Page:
- IHOP yesterday announced on social media that it had officially changed its name back to the International House of Pancakes after a brief stint as IHOb, the International House of Burgers, to promote its new line of burgers.
- The IHOb name change from June was never meant to be permanent, according to the company, but the stunt generated plenty of earned media. IHOP's "word of mouth" score skyrocketed following the name change, according to YouGov BrandIndex data cited by Business Insider. Before the IHOb campaign, 19% of U.S. adults said they had talked about the chain in the past two weeks. Afterward, that figure increased to 30%, the highest score since late 2012.
- IHOP, which will continue to sell both pancakes and burgers, also announced that it would celebrate the return of IHOP and the chain's 60th birthday by selling short stacks of pancakes for $0.60 on July 17.
IHOP's name-change publicity stunt got people talking on social media about the restaurant chain and its new line of burgers made of Black Angus ground beef. The fake-out also drew lots of online backlash, with people voicing their displeasure on social media.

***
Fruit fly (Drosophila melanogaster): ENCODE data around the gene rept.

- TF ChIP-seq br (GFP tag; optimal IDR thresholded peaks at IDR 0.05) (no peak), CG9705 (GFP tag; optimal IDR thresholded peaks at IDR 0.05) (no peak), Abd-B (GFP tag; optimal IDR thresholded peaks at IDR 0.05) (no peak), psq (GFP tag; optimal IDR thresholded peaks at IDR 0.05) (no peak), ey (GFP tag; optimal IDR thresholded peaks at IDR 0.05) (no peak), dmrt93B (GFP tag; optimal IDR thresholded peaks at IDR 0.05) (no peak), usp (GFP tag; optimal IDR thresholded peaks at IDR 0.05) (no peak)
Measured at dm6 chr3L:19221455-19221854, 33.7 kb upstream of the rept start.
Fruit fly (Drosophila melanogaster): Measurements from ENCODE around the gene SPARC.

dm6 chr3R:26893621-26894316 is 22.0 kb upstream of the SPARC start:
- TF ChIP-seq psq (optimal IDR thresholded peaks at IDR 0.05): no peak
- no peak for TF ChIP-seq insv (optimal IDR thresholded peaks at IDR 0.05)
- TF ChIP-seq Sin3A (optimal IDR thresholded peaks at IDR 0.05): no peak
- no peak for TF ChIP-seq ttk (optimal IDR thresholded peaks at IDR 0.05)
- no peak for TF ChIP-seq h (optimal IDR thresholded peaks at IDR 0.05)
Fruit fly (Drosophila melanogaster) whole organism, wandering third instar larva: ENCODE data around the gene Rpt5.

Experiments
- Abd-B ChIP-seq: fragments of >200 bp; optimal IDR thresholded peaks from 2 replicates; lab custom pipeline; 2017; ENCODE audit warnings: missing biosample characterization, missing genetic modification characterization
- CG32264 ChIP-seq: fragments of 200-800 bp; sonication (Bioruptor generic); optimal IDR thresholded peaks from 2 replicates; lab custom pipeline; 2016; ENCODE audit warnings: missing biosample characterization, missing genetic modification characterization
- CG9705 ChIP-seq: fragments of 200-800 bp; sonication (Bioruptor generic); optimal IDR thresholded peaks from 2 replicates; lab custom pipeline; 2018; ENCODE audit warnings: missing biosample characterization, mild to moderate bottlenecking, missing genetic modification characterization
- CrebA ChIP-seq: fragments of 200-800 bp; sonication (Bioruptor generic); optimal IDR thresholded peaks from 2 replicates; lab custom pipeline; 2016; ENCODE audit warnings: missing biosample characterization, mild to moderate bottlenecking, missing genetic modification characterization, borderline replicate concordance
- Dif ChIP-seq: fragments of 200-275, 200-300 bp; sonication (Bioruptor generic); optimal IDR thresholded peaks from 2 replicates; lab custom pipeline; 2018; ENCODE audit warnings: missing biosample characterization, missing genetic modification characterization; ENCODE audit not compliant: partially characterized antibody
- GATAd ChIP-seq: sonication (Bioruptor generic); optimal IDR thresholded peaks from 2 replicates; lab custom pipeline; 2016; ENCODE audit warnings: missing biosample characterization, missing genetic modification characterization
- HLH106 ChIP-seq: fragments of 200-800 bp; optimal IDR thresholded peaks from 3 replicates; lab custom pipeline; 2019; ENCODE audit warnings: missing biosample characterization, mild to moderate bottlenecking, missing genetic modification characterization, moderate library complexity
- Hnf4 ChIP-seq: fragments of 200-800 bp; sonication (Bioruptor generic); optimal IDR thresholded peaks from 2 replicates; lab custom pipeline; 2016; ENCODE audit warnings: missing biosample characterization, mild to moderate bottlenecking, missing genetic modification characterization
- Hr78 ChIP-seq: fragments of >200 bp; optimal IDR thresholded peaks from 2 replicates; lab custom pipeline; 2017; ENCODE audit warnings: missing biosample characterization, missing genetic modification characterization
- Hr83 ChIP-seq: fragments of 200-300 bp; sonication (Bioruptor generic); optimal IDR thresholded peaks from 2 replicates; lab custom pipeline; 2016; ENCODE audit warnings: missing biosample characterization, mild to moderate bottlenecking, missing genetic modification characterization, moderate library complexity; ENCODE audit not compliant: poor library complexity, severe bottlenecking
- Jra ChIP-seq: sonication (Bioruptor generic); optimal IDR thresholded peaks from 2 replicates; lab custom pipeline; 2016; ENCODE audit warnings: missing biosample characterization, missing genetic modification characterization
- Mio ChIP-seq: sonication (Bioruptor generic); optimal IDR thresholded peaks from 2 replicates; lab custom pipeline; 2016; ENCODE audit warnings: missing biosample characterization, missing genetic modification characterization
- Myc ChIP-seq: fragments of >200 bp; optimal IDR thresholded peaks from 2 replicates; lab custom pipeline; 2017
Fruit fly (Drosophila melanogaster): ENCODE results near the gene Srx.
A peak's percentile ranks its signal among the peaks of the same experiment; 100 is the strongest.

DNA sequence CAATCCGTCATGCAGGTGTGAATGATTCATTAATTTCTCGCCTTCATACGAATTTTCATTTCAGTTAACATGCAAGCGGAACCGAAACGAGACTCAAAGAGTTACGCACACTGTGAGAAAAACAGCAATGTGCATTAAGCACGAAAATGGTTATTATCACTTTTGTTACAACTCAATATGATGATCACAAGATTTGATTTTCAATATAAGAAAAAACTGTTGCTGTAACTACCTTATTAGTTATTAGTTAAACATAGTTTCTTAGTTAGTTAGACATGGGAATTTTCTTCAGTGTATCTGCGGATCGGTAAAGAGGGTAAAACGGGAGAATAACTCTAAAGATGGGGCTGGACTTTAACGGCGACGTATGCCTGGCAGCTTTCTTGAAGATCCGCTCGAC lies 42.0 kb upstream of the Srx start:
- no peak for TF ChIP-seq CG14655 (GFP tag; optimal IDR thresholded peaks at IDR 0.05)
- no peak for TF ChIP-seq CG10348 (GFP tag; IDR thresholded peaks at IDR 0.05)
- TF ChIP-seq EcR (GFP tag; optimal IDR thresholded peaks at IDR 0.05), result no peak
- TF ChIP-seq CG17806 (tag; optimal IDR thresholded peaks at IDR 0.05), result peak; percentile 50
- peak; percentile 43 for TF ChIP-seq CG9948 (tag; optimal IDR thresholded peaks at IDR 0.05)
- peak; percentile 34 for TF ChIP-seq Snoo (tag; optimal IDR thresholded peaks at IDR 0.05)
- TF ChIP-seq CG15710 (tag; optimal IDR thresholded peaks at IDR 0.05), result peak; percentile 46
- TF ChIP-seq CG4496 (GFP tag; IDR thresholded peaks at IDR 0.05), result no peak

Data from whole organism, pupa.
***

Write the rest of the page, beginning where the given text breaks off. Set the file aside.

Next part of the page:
Data from Foursquare also suggested the promotion didn't lead many customers to the brand's various locations, Adweek reported. The pancake-burger chain saw a 4.6% increase in visits from male customers in the days following the burger announcement, while the number of female visitors slipped 2.2%. IHOP contested Foursquare's findings, saying they didn't reflect what the chain was seeing in its restaurants.
IHOP has had its share of social media misfires over the years, including claims that its Twitter account was compromised by detractors of presidential candidate Hillary Clinton. IHOP also has deleted sexist jokes and made a series of bad jokes that inappropriately referred to women.
IHOP's parent company, Dine Brands, has worked to adapt to changing consumer preferences for ordering food for delivery or takeout, according to Nation's Restaurant News. The company said about half of its guests are under the age of 34, indicating that millennials haven't quite abandoned its brands, Dine Brands CEO Steve Joyce said in an earnings call with investors.
The conflicting reports around how the name-change stunt translated into sales will likely be clarified when IHOP announces its Q2 earnings on Aug. 9.